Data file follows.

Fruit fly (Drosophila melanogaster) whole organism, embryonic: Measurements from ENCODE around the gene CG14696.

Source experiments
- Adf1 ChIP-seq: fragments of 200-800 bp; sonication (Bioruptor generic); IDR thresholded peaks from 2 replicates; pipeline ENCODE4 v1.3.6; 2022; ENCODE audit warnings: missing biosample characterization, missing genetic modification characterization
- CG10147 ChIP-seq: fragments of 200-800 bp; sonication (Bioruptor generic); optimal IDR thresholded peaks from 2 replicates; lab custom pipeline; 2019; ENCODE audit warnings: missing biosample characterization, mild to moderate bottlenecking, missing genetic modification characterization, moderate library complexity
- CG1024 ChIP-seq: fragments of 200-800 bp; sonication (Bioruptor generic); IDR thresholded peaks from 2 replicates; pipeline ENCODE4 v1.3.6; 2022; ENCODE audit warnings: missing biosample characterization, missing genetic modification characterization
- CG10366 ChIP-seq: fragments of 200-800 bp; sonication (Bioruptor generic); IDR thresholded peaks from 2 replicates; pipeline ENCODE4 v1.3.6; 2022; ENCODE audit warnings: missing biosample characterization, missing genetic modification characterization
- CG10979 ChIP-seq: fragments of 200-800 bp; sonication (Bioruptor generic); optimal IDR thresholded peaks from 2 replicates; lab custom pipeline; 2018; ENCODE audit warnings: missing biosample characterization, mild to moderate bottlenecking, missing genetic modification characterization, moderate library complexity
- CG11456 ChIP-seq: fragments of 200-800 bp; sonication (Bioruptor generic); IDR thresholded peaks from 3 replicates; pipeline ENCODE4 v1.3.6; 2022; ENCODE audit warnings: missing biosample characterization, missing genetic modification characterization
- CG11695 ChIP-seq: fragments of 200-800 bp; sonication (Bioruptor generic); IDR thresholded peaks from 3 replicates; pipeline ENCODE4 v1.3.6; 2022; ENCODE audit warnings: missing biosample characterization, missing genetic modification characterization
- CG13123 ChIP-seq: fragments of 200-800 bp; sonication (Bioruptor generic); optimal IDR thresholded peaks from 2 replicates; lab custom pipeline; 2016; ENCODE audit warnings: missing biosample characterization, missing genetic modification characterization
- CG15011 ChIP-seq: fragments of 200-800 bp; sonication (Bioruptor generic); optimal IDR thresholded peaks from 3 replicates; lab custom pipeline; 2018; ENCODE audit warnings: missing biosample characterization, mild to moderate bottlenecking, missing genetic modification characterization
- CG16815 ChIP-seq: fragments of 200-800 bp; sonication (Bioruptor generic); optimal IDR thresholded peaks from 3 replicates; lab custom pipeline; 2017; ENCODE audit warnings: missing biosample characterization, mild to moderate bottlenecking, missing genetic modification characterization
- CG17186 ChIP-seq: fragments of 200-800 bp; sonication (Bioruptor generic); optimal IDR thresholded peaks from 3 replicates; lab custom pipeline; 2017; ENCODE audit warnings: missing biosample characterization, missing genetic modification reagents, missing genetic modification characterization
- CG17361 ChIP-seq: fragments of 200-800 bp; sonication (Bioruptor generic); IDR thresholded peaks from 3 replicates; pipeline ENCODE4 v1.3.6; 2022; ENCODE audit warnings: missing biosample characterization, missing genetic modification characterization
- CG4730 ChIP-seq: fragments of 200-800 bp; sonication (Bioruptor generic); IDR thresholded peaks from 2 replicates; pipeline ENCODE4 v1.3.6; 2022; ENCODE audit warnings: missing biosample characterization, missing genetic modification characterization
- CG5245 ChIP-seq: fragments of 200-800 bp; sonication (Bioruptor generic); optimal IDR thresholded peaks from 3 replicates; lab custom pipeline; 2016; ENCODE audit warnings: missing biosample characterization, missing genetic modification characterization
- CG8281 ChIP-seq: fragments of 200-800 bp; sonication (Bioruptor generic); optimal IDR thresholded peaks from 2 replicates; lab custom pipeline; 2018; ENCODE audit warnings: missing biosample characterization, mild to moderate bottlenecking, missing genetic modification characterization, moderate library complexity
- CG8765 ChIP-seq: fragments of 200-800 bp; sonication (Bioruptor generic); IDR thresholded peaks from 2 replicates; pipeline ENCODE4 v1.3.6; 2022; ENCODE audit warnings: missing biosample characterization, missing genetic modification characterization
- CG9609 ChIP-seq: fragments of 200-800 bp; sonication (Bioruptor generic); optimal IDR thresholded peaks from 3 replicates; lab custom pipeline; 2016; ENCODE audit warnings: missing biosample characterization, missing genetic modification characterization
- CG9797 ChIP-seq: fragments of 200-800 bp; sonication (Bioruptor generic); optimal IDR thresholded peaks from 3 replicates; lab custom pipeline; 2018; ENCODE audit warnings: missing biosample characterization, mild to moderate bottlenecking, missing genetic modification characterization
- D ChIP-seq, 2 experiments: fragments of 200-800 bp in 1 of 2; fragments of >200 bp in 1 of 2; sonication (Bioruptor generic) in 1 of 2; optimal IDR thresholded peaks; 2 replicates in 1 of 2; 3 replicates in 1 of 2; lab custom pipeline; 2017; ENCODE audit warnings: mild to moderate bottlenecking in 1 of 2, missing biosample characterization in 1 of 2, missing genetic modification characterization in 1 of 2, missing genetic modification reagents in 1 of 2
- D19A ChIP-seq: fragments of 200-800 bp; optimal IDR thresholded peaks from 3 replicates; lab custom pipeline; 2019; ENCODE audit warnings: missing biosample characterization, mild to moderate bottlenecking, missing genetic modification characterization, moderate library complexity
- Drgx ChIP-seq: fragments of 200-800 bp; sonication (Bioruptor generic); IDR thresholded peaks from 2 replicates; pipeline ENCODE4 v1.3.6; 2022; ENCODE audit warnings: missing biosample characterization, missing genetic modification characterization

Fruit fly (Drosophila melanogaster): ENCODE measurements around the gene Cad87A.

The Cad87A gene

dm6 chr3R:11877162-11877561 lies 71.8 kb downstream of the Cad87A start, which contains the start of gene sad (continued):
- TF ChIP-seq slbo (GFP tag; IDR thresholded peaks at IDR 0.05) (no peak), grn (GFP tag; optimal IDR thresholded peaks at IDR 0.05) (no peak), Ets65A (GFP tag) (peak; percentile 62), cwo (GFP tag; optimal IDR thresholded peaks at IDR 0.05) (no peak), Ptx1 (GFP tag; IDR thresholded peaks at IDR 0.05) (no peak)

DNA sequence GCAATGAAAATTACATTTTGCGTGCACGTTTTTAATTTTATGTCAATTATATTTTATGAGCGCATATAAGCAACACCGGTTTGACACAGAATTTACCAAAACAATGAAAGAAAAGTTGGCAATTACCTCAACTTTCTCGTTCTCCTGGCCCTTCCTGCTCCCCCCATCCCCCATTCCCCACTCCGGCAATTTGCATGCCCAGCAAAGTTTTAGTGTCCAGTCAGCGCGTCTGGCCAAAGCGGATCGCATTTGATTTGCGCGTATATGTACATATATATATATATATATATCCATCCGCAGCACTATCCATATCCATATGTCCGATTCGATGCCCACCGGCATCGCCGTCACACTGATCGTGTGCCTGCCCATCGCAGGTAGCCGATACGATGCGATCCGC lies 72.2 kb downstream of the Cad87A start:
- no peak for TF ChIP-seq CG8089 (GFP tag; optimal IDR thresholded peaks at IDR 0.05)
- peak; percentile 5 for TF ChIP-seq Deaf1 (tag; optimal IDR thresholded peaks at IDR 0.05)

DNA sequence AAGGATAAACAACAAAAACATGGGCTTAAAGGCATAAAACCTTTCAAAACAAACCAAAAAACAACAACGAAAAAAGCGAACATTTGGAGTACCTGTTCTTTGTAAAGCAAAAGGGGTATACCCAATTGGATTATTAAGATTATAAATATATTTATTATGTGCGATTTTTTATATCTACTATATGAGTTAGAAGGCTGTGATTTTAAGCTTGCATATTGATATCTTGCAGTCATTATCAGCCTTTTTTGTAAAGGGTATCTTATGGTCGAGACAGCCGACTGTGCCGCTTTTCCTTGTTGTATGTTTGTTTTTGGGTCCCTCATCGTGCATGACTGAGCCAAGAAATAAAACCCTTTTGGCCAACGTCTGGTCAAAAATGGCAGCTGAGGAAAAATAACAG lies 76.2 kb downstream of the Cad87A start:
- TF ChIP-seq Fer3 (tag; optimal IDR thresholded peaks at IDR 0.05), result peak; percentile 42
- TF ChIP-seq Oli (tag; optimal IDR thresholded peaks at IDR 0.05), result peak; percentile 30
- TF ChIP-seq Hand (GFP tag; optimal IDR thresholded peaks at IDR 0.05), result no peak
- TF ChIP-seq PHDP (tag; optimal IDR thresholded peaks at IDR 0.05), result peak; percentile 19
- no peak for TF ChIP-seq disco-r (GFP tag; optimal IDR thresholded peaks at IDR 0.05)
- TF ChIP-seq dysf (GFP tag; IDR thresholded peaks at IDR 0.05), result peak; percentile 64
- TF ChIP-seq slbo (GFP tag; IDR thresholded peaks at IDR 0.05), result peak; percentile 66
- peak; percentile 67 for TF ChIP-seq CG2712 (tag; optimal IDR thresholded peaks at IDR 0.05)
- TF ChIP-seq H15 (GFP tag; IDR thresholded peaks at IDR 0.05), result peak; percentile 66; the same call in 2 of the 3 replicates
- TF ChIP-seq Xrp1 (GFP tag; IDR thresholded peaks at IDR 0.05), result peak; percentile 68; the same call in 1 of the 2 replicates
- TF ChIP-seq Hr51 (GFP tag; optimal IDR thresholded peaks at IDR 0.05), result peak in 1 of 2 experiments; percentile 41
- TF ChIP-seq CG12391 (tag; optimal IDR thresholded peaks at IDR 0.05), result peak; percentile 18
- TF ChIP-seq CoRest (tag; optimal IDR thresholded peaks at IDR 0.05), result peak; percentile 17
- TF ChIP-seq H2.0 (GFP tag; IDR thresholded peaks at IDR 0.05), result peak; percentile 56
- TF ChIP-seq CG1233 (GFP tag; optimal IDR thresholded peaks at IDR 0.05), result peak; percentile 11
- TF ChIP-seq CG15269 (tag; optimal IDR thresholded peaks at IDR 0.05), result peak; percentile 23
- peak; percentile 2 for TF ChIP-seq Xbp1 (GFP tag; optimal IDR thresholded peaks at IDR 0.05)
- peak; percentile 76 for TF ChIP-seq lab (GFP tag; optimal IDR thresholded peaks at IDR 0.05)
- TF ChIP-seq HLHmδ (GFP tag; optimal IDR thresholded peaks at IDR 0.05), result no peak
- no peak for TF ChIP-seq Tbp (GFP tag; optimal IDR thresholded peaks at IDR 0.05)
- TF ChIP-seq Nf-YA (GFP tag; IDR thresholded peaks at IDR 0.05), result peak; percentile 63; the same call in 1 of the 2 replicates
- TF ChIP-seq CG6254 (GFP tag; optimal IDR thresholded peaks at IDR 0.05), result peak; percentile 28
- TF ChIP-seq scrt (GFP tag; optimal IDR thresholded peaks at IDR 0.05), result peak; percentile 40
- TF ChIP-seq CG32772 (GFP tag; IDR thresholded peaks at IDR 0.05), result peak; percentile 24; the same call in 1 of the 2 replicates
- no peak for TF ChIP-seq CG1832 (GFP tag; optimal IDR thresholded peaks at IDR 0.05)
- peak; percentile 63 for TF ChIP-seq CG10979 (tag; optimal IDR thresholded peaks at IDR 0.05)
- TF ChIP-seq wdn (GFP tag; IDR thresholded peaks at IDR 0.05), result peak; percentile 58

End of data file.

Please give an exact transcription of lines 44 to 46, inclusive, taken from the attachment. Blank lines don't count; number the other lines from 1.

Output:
- TF ChIP-seq CoRest (tag; optimal IDR thresholded peaks at IDR 0.05), result peak; percentile 17
- TF ChIP-seq H2.0 (GFP tag; IDR thresholded peaks at IDR 0.05), result peak; percentile 56
- TF ChIP-seq CG1233 (GFP tag; optimal IDR thresholded peaks at IDR 0.05), result peak; percentile 11